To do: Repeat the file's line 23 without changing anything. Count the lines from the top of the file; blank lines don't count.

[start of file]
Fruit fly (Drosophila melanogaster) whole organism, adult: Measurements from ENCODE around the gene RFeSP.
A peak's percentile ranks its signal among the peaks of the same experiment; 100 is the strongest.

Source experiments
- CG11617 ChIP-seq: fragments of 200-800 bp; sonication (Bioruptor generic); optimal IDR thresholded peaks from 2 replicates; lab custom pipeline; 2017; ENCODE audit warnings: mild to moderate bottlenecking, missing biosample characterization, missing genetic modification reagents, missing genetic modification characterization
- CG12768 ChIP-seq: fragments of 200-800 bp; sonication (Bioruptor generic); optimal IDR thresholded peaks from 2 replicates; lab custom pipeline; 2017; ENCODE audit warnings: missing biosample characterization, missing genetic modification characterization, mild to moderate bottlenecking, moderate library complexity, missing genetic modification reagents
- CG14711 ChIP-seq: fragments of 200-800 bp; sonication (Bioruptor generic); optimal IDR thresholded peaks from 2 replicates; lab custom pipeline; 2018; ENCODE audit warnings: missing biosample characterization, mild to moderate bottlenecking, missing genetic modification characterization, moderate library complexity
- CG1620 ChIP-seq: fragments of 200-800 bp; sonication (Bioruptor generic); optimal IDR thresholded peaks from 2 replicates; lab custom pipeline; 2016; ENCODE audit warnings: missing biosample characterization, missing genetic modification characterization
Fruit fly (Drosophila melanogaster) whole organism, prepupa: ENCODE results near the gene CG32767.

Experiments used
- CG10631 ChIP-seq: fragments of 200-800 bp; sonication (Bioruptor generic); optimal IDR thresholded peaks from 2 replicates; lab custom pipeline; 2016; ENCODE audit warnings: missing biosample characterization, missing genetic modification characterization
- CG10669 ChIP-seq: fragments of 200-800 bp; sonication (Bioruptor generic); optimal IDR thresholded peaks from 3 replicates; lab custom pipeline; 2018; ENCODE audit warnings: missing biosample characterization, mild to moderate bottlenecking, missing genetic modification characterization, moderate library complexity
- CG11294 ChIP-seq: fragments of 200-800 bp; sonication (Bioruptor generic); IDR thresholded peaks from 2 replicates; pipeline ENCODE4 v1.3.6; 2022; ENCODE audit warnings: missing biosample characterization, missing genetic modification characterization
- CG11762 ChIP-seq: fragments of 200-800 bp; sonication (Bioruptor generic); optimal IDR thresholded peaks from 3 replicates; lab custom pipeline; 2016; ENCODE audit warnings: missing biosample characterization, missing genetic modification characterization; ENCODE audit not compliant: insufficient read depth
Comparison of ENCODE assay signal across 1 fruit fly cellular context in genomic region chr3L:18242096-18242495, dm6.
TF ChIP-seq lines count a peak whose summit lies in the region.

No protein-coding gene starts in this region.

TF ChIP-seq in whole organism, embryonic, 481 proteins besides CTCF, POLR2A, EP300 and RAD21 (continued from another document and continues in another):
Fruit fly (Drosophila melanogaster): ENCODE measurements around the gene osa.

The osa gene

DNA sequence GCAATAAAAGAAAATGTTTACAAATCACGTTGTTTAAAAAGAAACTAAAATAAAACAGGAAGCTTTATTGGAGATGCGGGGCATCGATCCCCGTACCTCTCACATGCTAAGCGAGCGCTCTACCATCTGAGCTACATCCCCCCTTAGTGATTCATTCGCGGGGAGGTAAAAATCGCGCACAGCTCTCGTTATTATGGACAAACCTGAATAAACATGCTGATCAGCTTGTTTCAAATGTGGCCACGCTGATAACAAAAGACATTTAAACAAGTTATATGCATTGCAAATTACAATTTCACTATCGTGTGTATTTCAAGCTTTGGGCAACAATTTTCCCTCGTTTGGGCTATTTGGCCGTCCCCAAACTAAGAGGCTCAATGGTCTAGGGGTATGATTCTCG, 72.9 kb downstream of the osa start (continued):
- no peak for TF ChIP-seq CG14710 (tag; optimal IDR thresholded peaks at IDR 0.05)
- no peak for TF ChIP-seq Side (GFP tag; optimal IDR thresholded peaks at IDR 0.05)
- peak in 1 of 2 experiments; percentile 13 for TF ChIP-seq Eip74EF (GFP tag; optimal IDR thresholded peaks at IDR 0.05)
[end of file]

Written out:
- peak in 1 of 2 experiments; percentile 13 for TF ChIP-seq Eip74EF (GFP tag; optimal IDR thresholded peaks at IDR 0.05)